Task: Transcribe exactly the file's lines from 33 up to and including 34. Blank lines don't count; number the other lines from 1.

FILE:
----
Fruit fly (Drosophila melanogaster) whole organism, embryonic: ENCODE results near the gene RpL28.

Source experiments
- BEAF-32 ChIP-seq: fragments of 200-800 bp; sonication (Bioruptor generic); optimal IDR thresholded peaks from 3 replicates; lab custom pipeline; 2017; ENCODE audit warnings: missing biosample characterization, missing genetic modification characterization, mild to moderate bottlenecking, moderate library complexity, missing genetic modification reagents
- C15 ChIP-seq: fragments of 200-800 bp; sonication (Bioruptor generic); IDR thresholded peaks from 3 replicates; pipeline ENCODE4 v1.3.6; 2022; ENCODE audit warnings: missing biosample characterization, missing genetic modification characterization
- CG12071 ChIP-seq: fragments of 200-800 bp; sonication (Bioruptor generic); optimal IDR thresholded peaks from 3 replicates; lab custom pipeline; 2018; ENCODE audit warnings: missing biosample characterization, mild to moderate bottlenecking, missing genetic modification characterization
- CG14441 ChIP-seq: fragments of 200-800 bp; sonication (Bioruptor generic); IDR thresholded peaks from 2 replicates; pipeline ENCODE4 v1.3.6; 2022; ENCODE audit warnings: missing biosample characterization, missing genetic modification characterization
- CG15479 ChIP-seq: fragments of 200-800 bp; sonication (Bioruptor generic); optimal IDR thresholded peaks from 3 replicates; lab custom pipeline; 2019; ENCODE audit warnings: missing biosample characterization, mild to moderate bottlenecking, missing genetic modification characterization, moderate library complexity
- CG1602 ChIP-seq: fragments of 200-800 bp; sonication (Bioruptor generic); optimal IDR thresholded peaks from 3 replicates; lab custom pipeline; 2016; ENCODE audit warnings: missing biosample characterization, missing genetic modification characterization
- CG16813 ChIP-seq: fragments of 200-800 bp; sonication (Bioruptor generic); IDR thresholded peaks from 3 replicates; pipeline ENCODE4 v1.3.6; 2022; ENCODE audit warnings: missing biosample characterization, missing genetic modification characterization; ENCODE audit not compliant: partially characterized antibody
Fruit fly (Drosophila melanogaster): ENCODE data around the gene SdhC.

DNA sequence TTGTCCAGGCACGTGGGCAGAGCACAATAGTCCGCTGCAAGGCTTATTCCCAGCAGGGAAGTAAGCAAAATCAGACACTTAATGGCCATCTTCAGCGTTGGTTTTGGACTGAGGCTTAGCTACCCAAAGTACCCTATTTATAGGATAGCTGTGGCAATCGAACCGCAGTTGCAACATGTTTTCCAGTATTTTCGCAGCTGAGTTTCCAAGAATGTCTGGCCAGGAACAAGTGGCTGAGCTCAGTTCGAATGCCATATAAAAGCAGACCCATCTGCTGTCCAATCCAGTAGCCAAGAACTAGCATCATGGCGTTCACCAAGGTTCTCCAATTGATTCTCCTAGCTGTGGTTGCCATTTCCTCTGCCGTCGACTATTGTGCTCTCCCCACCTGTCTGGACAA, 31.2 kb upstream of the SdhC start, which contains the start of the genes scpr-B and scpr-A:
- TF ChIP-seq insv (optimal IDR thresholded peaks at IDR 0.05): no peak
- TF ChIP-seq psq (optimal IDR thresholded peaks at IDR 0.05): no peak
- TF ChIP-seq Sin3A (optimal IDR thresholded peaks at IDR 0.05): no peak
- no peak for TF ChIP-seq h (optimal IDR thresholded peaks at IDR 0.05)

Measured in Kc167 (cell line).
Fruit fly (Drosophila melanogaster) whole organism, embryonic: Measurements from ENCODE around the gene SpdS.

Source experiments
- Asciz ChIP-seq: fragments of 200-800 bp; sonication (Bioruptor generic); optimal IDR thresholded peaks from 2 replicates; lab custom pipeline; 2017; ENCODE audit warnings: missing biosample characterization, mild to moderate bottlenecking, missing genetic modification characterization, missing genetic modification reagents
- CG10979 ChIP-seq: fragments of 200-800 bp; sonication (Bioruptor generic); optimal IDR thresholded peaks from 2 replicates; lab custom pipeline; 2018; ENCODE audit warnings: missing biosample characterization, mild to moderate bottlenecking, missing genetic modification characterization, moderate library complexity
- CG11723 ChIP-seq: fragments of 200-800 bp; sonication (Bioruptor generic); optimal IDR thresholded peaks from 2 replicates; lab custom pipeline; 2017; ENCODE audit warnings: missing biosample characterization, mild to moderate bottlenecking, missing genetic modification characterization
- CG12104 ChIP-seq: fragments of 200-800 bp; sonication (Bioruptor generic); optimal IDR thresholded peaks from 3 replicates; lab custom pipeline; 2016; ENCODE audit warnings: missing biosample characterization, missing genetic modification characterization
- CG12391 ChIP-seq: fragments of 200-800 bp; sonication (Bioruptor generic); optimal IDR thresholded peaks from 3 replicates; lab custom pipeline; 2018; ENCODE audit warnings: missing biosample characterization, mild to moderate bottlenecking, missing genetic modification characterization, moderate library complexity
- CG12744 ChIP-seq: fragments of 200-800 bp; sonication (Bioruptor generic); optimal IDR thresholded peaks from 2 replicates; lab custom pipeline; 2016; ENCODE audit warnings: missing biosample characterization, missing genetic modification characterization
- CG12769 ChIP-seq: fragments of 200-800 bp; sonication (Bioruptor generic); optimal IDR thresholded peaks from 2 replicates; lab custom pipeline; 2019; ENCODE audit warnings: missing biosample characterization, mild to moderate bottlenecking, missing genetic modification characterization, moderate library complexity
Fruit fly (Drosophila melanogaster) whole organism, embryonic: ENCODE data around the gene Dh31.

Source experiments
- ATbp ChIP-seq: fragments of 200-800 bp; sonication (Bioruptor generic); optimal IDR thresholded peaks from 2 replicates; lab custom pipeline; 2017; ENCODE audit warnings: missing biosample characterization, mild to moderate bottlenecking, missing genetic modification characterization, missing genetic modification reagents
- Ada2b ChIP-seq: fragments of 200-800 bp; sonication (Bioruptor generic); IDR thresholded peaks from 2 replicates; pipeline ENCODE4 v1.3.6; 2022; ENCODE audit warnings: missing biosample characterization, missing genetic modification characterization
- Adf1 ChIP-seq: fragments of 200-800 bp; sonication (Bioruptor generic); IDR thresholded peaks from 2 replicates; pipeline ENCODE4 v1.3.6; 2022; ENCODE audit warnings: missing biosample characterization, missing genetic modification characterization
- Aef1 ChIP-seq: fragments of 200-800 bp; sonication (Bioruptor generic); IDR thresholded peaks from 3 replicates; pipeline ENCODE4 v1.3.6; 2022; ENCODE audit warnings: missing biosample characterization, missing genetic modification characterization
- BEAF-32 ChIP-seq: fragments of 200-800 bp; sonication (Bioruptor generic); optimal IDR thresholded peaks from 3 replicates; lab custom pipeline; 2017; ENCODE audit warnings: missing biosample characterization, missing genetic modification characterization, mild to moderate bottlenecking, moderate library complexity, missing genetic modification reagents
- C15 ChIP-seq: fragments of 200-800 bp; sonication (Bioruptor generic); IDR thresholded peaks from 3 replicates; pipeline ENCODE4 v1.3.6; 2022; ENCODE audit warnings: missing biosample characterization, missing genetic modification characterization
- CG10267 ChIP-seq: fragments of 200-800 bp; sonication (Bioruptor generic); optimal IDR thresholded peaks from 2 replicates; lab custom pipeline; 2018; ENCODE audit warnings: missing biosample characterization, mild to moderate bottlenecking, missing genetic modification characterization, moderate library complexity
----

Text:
- C15 ChIP-seq: fragments of 200-800 bp; sonication (Bioruptor generic); IDR thresholded peaks from 3 replicates; pipeline ENCODE4 v1.3.6; 2022; ENCODE audit warnings: missing biosample characterization, missing genetic modification characterization
- CG10267 ChIP-seq: fragments of 200-800 bp; sonication (Bioruptor generic); optimal IDR thresholded peaks from 2 replicates; lab custom pipeline; 2018; ENCODE audit warnings: missing biosample characterization, mild to moderate bottlenecking, missing genetic modification characterization, moderate library complexity